In his latest column for Triathlon Plus magazine, Steve Trew says it’s time to make a change and tip from mediocre to mind-blowing What’s the trigger that says: “That’s it, I can’t go on like this any more!”? That tipping point for 1972 Olympic 1500m champion, Steve Trew triathlon motivation Peter GreenwoodPekka Vasala (Finland), came around three years earlier. Vasala had finished a distant 41st in the ’68 Games in Mexico, not even getting through the first round of the 1500 metres heats. Vasala was in the middle of that great Finnish running supremacy of the early 70s; Viren, Vaatanen, et al, and he felt that he wasn’t getting what he deserved in races. It took just a few hard words from legendary running coach Arthur Lydiard: “you’re not training hard enough!”

Vasala took note, doubled his training load and added in specifics – including vast amounts of hill training. And that was it; from a ‘good’ international standard runner, Vasala stole the Olympic Gold medal from all-time great Kip Keino (Kenya) and Rod Dixon (NZ). Sometimes the tipping point is as simple as that; why aren’t I getting the results I think I deserve? Answer: you’re not putting in the work.

Stupidity and shame

If stupidity is ‘doing the same thing over and over again and expecting a different result’, there are a significant number of triathletes who are stupid. The training stays the same, the results stay the same, and the question stays the same: “Why?”. But how many triathletes do take notice and change their training dynamics? It’s amazing that poor triathlon swimmers ignore their weaknesses in that area and allocate time to their best disciplines. Remember the old maxim: ‘Race to your strengths, train to your weaknesses’.

Where is the tipping point that will persuade us to invest in our weak area? The humiliation of being completely dropped by the swim pack and entering transition in splendid isolation? For some, that’s what it requires. Sometimes it’s necessary to be completely out of that comfort zone before the kick up the backside reaches and hurts us. That’s the tipping point.

Only two Olympic Golds!

For Mark Spitz (USA), one of the greatest swimmers of all time, his tipping point, like Vasala, came at the ’68 Olympics in Mexico City. Spitz was expected to take six Gold medals at the Games. However, he took only two in both freestyle relay events. Being beaten by fellow American Doug Russell in the 100m butterfly meant Spitz was dropped from the medley relay. Only two Gold medals at the Olympic Games! That was Mark Spitz’s tipping point. Back in the USA, Spitz chose to go to Indiana University where he could train under Doc Counsilman (who had been USA coach at Mexico). The rest is legend: seven Golds and seven World records in 1972.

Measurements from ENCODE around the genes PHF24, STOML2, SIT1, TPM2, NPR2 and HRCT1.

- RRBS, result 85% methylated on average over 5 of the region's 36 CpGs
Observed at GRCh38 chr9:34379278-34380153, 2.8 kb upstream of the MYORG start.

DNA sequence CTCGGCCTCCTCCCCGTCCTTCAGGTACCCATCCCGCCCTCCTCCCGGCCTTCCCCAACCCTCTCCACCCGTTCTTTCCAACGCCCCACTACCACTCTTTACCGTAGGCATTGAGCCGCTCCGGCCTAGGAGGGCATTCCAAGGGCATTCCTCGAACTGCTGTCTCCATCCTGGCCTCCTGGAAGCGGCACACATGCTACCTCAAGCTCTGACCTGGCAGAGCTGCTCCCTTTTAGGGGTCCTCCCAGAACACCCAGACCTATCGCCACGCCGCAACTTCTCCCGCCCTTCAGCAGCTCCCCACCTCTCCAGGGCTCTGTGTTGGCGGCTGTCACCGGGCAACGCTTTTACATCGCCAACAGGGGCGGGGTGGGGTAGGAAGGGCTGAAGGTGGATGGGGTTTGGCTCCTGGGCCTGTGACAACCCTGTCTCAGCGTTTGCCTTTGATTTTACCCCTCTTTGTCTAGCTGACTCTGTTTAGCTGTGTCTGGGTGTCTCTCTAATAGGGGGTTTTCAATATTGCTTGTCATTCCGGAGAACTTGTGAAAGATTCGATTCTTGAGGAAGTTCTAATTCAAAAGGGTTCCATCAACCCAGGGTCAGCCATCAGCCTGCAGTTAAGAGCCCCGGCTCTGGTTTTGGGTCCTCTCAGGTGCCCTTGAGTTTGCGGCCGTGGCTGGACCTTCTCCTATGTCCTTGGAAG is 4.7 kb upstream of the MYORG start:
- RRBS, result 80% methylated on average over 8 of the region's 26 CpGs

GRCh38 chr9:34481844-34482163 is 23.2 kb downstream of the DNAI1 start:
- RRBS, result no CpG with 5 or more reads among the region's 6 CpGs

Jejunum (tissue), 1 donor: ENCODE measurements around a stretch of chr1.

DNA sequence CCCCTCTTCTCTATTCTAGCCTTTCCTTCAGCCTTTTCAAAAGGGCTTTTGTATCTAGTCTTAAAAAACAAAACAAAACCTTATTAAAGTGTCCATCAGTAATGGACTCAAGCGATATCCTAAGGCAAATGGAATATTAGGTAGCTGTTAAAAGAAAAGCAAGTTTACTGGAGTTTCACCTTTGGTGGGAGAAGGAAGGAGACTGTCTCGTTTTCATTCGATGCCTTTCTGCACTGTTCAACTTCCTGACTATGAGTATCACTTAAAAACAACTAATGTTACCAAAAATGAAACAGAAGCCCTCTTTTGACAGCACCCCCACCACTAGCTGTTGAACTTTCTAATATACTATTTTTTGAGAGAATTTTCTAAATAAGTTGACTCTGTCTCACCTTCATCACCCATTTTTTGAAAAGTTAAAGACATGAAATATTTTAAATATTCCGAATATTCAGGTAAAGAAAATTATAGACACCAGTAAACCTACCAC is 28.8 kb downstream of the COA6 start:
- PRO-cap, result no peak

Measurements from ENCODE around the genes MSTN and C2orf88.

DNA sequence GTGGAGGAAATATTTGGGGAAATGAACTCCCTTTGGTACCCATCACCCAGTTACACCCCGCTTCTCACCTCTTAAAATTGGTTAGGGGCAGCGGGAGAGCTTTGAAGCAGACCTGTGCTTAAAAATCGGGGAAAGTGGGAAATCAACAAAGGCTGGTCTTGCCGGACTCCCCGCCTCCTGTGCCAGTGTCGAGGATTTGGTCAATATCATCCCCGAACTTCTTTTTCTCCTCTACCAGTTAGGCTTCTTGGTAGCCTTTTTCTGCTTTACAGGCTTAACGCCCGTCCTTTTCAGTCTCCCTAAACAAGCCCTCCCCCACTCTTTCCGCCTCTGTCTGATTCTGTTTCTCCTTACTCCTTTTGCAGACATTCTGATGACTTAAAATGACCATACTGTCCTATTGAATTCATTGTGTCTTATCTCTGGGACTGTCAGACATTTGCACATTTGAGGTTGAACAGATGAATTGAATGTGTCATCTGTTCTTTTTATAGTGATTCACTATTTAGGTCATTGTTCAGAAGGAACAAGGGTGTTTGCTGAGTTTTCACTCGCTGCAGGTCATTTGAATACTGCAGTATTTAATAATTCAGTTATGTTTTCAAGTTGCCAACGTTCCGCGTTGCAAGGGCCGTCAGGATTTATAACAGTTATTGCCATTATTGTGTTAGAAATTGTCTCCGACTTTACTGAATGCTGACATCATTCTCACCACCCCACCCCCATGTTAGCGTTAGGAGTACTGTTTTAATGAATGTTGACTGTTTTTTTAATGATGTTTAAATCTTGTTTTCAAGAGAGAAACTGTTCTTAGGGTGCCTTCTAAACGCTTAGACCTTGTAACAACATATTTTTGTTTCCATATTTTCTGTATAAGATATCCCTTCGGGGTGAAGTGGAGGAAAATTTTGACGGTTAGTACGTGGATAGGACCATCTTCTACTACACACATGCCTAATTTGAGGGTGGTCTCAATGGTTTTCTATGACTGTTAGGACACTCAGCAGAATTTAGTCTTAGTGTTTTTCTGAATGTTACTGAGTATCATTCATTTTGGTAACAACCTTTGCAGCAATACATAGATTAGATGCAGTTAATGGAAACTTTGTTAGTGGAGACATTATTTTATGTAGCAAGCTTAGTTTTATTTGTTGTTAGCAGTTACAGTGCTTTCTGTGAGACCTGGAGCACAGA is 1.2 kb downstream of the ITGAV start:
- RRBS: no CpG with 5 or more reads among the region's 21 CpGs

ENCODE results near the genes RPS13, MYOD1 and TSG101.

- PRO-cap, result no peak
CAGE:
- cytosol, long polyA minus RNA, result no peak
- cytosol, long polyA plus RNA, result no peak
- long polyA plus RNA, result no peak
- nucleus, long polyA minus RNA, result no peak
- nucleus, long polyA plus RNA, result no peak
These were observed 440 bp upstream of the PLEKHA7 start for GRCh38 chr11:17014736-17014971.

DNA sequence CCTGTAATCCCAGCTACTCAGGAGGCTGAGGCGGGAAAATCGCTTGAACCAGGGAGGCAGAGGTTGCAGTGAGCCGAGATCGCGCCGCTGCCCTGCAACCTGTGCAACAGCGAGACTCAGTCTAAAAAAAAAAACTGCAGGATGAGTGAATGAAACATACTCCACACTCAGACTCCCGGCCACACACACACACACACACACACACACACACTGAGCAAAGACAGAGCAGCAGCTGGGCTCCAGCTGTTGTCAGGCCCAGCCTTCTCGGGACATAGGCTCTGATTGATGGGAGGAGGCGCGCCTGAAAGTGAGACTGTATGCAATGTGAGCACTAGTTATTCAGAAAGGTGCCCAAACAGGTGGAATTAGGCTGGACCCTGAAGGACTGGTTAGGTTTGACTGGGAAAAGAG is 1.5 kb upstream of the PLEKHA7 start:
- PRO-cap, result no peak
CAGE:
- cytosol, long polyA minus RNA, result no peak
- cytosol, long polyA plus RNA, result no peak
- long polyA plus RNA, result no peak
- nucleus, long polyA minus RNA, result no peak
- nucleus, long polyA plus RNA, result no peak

Belief
In the 1995 Triathlon World Champs in Cancun, Mexico, young Canadian Simon Whitfield finished in 10th place. In the juniors. Good? Certainly, but not enough to anticipate that a good junior would win the Olympic Games five years ahead. And yet Simon had that belief. Simon’s tipping point came when he was just 17, living in Australia and training with Greg Bennett. “He was an inspiration to me, I learned so much from him. I always wanted to be the best in the world at something”.

After Cancun in ’95, Simon was on a mission; he asked questions, he trained where he could get the best advice and best improvements. Well-planned races, victories over top athletes in those races, making top ten at senior Worlds. The signs were there, but no one thought Simon could win the Olympics, except Simon. Going into the run Simon was a minute down, but he kept on plugging, even when he was behind Stefan Vuckovic (Germany) with just 100 metres to go. But that wasn’t the tipping point. The tipping point was all those years earlier when he wanted to be the best in the world. The Olympic victory was just the fruition of that

And for us?

It’s our decision guys; what’s that single thing so important that it makes us change our attitude, hopes, lifestyle, and training patterns? Shame? A realisation of stupidity? Or a self-belief that, yes, if I make changes, I really can do it! What and where is your tipping point?

Steve Trew is a coach, commentator, Triathlon Plus columnist and Speedo ambassador. Steve’s tipping point often occurs in the late evenings, it’s almost certainly the weight of the wine and not the alcoholic content that makes him start tipping… allegedly.